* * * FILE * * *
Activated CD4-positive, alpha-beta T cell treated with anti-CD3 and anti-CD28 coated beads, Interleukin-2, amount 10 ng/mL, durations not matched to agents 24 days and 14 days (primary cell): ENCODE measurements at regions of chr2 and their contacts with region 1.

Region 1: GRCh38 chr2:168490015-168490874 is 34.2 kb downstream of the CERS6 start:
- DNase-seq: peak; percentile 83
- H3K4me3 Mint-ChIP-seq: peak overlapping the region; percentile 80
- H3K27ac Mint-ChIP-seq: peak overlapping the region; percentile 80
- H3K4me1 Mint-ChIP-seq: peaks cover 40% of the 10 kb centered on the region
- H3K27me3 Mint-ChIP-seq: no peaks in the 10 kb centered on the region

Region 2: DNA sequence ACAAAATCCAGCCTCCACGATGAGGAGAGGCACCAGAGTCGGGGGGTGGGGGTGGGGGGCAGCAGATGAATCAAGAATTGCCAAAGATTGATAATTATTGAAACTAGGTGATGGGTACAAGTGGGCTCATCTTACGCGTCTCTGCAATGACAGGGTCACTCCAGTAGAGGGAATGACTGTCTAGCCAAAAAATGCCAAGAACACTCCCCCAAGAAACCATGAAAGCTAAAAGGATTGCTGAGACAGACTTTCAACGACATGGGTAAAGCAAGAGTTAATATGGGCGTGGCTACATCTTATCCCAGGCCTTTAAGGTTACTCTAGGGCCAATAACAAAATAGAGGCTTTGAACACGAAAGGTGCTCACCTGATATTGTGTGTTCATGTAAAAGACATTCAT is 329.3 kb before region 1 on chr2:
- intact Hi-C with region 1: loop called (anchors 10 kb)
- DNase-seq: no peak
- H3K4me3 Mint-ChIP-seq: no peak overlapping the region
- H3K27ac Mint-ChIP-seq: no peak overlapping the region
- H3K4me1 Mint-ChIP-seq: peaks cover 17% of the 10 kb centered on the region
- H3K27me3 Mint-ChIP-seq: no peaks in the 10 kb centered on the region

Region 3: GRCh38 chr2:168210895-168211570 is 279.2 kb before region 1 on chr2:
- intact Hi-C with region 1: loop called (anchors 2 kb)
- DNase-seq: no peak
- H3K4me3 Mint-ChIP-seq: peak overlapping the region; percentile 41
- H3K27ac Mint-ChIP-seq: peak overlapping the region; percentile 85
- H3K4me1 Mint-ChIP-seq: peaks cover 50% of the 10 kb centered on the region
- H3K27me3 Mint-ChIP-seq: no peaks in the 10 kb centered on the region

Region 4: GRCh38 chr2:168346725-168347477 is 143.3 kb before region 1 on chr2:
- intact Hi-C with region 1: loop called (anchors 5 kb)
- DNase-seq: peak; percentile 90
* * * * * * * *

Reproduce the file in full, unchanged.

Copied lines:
Activated CD4-positive, alpha-beta T cell treated with anti-CD3 and anti-CD28 coated beads, Interleukin-2, amount 10 ng/mL, durations not matched to agents 24 days and 14 days (primary cell): ENCODE measurements at regions of chr2 and their contacts with region 1.

Region 1: GRCh38 chr2:168490015-168490874 is 34.2 kb downstream of the CERS6 start:
- DNase-seq: peak; percentile 83
- H3K4me3 Mint-ChIP-seq: peak overlapping the region; percentile 80
- H3K27ac Mint-ChIP-seq: peak overlapping the region; percentile 80
- H3K4me1 Mint-ChIP-seq: peaks cover 40% of the 10 kb centered on the region
- H3K27me3 Mint-ChIP-seq: no peaks in the 10 kb centered on the region

Region 2: DNA sequence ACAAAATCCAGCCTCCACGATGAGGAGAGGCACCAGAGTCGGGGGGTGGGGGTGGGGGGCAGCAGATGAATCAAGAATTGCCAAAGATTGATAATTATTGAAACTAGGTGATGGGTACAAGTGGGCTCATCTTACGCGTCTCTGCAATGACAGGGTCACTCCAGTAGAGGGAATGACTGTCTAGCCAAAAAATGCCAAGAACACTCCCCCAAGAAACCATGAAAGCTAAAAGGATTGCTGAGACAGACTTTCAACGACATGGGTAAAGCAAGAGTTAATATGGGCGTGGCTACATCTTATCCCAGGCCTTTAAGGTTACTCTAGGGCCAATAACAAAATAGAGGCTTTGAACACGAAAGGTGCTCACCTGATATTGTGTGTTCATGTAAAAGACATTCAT is 329.3 kb before region 1 on chr2:
- intact Hi-C with region 1: loop called (anchors 10 kb)
- DNase-seq: no peak
- H3K4me3 Mint-ChIP-seq: no peak overlapping the region
- H3K27ac Mint-ChIP-seq: no peak overlapping the region
- H3K4me1 Mint-ChIP-seq: peaks cover 17% of the 10 kb centered on the region
- H3K27me3 Mint-ChIP-seq: no peaks in the 10 kb centered on the region

Region 3: GRCh38 chr2:168210895-168211570 is 279.2 kb before region 1 on chr2:
- intact Hi-C with region 1: loop called (anchors 2 kb)
- DNase-seq: no peak
- H3K4me3 Mint-ChIP-seq: peak overlapping the region; percentile 41
- H3K27ac Mint-ChIP-seq: peak overlapping the region; percentile 85
- H3K4me1 Mint-ChIP-seq: peaks cover 50% of the 10 kb centered on the region
- H3K27me3 Mint-ChIP-seq: no peaks in the 10 kb centered on the region

Region 4: GRCh38 chr2:168346725-168347477 is 143.3 kb before region 1 on chr2:
- intact Hi-C with region 1: loop called (anchors 5 kb)
- DNase-seq: peak; percentile 90